From a mother, a son understands the qualities of a good woman and a virtuous wife that influence his choice in marriage as he judges other women by the standard of excellence set by his mother. When he thinks of the true wife described in Proverbs 31, he will see in this woman many qualities of his mother: “A good wife who can find? She is far more precious than jewels. The heart of her husband trusts in her . . . . She does him good, and not harm, all the days of her life.” From a father, a daughter recognizes the virtues of a noble man who sacrifices for his family and honors his wife. She sees the beauty of a man’s devotion to those he loves and admires the generosity of a man who makes a gift of self to his wife and children. When a daughter learns of the greatness of St. Joseph, “a just man,” hopefully she will also think of her father.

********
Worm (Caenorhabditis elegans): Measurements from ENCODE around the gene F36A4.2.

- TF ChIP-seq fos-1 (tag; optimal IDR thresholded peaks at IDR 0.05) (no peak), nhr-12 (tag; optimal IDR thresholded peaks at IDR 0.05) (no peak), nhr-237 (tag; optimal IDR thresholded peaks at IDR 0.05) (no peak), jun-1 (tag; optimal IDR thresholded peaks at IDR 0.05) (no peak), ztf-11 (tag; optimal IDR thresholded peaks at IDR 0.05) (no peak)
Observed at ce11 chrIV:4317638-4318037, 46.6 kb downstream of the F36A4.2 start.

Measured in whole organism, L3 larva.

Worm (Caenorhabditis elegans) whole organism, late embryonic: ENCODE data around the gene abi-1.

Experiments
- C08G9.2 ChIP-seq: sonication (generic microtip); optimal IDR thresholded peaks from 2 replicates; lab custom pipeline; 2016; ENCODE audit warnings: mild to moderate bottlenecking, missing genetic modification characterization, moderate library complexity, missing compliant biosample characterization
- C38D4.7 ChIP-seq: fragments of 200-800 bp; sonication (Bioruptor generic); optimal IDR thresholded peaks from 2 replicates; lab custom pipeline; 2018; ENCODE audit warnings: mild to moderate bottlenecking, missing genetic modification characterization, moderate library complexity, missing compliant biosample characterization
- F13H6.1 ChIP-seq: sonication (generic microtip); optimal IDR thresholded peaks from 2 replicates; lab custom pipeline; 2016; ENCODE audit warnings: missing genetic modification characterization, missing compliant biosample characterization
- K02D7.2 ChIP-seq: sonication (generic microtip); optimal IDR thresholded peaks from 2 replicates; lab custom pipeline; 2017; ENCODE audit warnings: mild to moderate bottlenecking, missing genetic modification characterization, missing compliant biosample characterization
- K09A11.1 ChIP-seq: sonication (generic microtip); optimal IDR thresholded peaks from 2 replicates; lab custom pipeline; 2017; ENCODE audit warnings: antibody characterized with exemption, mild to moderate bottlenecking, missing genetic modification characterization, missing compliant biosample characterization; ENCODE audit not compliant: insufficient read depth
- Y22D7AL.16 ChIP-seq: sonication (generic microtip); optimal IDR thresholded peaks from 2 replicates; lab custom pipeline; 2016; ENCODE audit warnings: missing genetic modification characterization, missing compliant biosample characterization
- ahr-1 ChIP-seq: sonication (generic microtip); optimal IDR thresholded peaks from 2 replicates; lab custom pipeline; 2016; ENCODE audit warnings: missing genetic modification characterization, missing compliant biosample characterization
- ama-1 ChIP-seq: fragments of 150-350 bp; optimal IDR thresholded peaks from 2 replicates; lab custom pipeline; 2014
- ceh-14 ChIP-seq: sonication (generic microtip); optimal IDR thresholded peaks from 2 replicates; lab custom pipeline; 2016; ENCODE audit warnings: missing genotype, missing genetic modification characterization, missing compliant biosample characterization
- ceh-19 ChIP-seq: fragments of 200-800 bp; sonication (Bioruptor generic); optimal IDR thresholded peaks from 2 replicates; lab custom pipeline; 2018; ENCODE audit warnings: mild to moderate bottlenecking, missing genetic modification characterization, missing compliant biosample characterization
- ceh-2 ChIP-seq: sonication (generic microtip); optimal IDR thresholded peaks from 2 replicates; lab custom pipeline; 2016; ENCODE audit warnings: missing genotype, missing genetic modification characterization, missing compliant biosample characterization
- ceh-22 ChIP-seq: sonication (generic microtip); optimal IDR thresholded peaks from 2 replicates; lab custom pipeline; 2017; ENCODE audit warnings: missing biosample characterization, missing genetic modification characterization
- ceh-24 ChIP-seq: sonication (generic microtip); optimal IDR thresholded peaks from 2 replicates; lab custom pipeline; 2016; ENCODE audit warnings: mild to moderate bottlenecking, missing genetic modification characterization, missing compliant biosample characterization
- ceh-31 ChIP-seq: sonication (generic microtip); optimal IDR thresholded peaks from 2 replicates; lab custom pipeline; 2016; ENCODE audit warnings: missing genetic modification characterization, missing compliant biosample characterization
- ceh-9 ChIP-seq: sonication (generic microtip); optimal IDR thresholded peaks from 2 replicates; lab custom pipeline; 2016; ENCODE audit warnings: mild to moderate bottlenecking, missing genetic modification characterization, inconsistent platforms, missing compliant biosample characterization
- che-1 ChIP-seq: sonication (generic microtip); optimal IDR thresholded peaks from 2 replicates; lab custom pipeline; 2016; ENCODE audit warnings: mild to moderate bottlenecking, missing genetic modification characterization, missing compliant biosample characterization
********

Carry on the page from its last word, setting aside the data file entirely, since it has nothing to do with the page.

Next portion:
God’s plan for the family educates boys and girls to learn from both their fathers and mothers—to be gentle but not soft or sentimental, to be strong but not hardhearted or cruel, to be sensitive but not sentimental, to think with the head and also listen to the heart. The education a child receives from the example and virtues of a father and mother make him a whole, balanced human being in touch with reality, knowledgeable about the duties of manhood and womanhood, and in wonder at the beauty of God’s design of uniting two people to become one and to share their love for one another by being generous with life as they give to others what they have received from God.